Sen. Roberts quickly rebutted Orman’s position as “unconscionable” and publicly promised “never to stop fighting for life.” Orman continued to act as if pro-life issues were unimportant. For example, he never honored his October 9 pledge to several national media outlets to read and comment on two pro-life bills awaiting passage in the U.S. Senate and supported by Sen. Roberts.

But on Tuesday, Kansans reaffirmed that pro-life issues are important, and re-elected U.S. Sen. Pat Roberts by over a 90,000 vote margin. We so appreciate the help of the NRLC-PAC in producing radio and print materials for this race.

GOVERNOR’S RACE
After years of battling an administration that supported abortion and was pushing destructive embryonic research, Kansas pro-lifers were thrilled to turn that around with the election of Sam Brownback as governor in 2010. During his first term, he signed thirteen pro-life measures, including nationally-important bills championed by NRLC.

Gov. Brownback with Mary Kay Culp

Gov. Brownback with KFL’s Mary Kay Culp Tues. night

The contrast could not have been more clear. Challenger Davis was part of the cadre of anti-life legislators fighting every one of those bills. In fact, during his tenure in the House from 2003-2014, Davis voted 80 times against pro-life bills!

It may not be well known that Kansas has long had three political players: pro-life GOPers, a dwindling number of pro-abortion GOPers, and Democrats, who are now 95% pro-abortion. Bitter, pro-abortion GOP legislators who had fought the Brownback initiatives and lost their elections in 2012 added their support for Davis.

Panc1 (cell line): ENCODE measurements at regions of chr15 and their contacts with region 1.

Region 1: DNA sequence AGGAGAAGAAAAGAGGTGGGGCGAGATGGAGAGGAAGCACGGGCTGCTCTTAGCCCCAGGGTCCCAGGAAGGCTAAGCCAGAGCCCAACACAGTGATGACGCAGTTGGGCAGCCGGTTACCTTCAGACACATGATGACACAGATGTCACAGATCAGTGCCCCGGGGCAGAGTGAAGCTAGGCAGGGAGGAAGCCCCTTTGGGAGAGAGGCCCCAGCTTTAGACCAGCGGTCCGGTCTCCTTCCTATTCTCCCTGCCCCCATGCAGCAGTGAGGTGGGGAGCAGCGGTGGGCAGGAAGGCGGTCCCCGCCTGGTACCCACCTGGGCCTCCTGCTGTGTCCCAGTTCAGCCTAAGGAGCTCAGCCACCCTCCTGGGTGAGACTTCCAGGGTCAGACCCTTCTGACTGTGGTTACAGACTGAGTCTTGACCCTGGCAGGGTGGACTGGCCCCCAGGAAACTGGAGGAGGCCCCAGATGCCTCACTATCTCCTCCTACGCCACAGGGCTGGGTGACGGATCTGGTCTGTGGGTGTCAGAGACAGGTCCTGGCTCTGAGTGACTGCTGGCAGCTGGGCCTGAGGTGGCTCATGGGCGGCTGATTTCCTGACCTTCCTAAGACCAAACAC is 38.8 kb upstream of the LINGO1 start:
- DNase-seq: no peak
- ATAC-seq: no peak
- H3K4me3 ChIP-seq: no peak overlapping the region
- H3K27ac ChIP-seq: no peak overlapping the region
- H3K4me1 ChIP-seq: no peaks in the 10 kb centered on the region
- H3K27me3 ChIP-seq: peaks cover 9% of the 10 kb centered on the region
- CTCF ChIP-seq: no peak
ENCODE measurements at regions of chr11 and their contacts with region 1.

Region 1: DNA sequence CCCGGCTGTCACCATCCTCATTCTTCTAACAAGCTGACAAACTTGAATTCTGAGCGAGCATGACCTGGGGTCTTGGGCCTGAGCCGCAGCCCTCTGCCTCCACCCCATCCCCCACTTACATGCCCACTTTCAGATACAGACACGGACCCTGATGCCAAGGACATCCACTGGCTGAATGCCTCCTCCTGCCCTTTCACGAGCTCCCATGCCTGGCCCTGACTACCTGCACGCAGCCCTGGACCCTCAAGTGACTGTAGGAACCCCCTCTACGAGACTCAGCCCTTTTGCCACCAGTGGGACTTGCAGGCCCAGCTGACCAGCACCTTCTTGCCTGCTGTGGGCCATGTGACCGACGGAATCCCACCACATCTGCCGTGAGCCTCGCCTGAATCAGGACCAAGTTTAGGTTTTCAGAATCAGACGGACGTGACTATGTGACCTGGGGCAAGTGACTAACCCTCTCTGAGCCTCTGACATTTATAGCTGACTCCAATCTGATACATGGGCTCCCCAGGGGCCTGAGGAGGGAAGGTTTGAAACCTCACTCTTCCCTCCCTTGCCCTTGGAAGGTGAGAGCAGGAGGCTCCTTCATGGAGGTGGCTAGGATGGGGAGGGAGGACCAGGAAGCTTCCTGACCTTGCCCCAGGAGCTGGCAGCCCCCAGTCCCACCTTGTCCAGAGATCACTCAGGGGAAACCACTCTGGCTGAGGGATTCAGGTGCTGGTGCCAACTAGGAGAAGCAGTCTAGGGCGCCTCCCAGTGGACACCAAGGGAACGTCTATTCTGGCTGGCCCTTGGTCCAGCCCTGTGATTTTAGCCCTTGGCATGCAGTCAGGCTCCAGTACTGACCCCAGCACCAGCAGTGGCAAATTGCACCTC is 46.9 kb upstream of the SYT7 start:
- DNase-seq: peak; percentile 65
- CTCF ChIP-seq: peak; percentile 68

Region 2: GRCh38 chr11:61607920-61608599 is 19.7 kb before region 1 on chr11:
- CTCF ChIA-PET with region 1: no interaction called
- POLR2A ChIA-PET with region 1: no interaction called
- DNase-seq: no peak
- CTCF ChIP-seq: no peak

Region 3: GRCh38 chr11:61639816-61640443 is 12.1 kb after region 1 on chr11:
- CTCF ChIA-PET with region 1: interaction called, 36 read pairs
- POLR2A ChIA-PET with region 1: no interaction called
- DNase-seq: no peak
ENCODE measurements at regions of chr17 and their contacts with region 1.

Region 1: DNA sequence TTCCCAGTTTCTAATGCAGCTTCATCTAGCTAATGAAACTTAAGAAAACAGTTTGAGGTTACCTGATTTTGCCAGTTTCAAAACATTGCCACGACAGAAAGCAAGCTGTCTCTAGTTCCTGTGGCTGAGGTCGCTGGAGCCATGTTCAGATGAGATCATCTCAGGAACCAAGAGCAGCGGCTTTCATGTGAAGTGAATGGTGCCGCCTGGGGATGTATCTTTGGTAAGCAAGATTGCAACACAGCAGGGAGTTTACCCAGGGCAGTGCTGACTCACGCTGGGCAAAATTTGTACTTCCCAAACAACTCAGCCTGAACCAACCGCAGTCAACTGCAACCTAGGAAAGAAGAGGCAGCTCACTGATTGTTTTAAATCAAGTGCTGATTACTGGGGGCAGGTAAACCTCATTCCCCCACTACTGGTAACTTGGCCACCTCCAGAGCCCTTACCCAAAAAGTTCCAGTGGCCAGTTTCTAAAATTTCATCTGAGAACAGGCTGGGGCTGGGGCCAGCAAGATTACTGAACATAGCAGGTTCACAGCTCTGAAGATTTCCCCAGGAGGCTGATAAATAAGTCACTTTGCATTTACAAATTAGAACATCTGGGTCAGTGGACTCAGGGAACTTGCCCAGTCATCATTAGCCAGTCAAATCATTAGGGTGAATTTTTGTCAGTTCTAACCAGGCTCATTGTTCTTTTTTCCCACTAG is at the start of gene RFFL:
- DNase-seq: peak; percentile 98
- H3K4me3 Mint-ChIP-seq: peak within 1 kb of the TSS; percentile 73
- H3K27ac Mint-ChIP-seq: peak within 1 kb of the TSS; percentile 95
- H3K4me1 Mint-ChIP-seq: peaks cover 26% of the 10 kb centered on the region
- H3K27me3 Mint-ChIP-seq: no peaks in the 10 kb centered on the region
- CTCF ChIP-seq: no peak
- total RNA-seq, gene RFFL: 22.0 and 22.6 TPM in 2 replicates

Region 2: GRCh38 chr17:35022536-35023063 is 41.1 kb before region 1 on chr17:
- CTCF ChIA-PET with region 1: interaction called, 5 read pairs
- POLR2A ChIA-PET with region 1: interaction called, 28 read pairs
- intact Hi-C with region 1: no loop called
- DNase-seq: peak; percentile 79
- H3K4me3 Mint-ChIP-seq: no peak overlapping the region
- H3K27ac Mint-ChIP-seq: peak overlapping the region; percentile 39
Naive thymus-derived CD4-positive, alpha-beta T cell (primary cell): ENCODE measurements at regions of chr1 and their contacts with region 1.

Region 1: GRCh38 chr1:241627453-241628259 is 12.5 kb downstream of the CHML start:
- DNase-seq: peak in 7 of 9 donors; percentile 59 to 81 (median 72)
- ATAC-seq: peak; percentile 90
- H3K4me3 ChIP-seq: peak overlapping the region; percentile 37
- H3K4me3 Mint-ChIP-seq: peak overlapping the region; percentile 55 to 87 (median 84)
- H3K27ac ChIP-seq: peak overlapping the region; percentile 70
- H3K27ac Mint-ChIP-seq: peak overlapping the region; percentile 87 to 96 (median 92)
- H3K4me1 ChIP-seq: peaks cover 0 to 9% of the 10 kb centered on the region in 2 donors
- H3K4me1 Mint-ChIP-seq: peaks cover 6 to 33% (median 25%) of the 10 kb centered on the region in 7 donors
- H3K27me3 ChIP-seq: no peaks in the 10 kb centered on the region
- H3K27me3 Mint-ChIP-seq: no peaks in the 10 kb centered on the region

Going into the elections, the race was too close to call and early returns showing a slight lead for Davis had pro-lifers holding their breath. Those returns reflected that:

  • counties from Kansas’ eastern edge bordering Missouri (which came in early) traditionally lean Democrat, and
  • the bitter pro-abortion GOP wing seemed to be voting a straight GOP ticket except for Brownback and, to a lesser extent, Roberts.

But, as returns continued, Gov. Brownback finished ahead of Davis by about 33,000 votes. Another 33,000 votes went to a third party independent candidate, Keen Umbehr.

What you won’t see highlighted is that Brownback prevailed even in liberal-leaning Johnson County, the home of two abortion clinics, and serviced by the Kansas City Star, whose editorial board supports abortion and never overlooks a chance to slam Brownback.

We congratulate our many pro-life volunteers who helped insure another four years under Gov. Brownback! Social media has certainly impacted election politics, but in Kansas, the tried and true pro-life ground game was richly rewarded yesterday.

Kansans are facing a a pivotal choice for the U.S. Senate: incumbent pro-life GOP Senator Pat Roberts versus pro-abortion multimillionaire Greg Orman.

Orman was unknown to Kansans before he bought over a million dollars in TV ads this summer denigrating Washington’s “gridlock” politics, and offering to end it. Orman portrays himself as an “outsider”–an “Independent” candidate– even though more than 90% of his sizable past political donations have gone to Democrats.

Orman is quite the stealth candidate, except to the abortion industry. They know exactly who he is. Back to that in a moment.

Sen. Roberts released a great new radio ad yesterday, with a crystal clear message that cuts right to the heart of the differences between himself and Orman:

“The right to life is the most fundamental right we have.
From conception to natural death, the life of every Kansan, every American, every human should be honored and protected.
That’s why we need to keep Pat Roberts in the Senate.
Pat Roberts has a 100% pro-life voting record.